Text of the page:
For as long as I can remember, the masses were begging, screaming and pleading for a Facebook dislike button.
Whether it was for disliking obnoxious political posts, showing disapproval at lame videos, or showing sadness at tragedies, everyone wanted a dislike button.
Due to the extremely strong and user demand for the dislike button, it felt like only a matter of time before Facebook would release it.
After all, how tough would it be for one of the foremost tech companies on the planet to just plonk a thumbs down button next to the like button and ship it.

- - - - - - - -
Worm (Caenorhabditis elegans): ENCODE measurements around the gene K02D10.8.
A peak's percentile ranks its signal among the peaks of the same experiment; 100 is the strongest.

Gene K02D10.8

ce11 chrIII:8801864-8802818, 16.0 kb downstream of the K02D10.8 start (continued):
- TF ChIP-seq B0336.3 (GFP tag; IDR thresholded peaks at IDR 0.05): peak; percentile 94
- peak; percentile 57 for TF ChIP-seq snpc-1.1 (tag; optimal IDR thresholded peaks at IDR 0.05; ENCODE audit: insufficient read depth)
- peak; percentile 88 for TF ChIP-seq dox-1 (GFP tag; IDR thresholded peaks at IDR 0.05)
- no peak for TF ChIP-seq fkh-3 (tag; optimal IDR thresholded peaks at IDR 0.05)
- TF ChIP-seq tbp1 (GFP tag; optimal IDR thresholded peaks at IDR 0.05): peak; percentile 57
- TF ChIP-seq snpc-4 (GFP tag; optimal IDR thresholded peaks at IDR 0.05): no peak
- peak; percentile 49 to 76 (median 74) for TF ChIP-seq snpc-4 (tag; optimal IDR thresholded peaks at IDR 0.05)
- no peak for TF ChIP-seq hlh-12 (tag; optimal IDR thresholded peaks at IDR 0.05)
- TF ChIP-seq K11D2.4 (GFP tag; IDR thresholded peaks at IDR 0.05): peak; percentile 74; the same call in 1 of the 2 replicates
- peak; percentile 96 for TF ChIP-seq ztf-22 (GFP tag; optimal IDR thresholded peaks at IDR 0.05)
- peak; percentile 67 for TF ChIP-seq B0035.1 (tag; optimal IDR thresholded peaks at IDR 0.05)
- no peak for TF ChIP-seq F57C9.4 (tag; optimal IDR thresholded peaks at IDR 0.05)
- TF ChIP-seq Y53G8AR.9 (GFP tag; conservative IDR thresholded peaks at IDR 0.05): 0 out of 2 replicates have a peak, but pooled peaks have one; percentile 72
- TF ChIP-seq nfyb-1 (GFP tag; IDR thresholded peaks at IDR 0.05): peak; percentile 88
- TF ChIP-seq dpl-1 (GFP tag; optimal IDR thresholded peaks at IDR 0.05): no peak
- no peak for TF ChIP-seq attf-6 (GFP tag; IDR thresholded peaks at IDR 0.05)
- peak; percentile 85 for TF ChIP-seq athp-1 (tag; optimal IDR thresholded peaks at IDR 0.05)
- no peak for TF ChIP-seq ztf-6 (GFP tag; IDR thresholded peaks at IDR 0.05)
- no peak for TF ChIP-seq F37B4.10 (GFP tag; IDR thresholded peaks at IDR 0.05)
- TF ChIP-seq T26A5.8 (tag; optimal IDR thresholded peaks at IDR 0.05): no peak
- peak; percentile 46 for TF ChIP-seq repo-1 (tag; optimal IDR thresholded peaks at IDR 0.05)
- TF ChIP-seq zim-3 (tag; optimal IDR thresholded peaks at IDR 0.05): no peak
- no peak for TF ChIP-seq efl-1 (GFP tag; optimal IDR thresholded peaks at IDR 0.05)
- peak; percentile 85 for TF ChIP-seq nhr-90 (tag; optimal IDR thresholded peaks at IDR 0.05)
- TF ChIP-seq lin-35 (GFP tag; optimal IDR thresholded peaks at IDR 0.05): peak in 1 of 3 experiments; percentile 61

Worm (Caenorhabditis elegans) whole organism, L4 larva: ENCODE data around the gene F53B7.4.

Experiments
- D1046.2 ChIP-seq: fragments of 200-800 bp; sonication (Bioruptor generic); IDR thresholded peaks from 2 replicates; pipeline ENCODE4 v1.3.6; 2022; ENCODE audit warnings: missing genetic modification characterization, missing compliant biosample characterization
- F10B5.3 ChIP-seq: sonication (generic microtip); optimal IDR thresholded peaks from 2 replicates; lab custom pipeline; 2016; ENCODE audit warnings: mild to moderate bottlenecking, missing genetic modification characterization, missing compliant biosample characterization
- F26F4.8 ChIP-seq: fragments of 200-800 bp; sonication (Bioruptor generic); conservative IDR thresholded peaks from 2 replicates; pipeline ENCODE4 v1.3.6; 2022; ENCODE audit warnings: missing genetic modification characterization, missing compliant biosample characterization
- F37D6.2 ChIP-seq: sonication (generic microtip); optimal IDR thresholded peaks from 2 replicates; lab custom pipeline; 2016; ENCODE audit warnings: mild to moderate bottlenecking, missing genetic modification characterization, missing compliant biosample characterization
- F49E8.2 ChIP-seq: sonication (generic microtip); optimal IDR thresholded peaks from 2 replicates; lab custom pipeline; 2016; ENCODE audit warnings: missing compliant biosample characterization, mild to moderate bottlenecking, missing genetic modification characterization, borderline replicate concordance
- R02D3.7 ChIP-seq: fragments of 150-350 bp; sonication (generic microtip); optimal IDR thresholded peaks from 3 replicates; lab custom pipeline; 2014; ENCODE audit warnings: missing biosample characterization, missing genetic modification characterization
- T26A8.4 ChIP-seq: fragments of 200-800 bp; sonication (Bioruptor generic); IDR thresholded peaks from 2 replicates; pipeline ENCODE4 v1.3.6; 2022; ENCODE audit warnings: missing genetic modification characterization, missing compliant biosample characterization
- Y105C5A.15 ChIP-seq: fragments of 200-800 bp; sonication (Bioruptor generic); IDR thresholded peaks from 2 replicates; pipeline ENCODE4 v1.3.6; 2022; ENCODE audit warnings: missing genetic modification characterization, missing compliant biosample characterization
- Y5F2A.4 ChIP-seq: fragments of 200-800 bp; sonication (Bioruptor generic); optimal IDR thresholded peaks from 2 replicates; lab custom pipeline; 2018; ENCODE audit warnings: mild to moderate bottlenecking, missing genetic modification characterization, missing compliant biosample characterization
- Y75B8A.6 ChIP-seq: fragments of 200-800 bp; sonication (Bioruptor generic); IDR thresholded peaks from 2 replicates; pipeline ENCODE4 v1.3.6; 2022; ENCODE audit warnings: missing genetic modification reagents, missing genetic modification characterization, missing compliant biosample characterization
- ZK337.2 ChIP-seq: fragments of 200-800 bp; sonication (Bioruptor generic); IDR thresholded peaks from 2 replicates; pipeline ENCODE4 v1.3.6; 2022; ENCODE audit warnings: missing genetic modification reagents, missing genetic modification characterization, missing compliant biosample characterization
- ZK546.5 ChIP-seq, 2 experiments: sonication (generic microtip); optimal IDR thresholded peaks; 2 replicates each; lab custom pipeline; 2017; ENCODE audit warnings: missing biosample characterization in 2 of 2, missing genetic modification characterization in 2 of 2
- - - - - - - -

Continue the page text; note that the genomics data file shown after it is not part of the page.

The product team at Facebook knew better than to accept a feature request from users at face value and implement it in a jiffy (Developing user-requested features are standard practice at any other friendly neighbourhood tech company).Ignoring the feature request, the product team dug deeper to uncover behind the vocal demand for a dislike button from the users.They discovered that the real issue plaguing the user wasn’t the lack of a dislike button, but the simple truth that not everything in life is likable.The new voluntary initiative streamlines the myriad date labels on consumer products packaging down to just two standard phrases.“BEST If Used By” describes product quality, where the product may not taste or perform as expected but is safe to use or consume.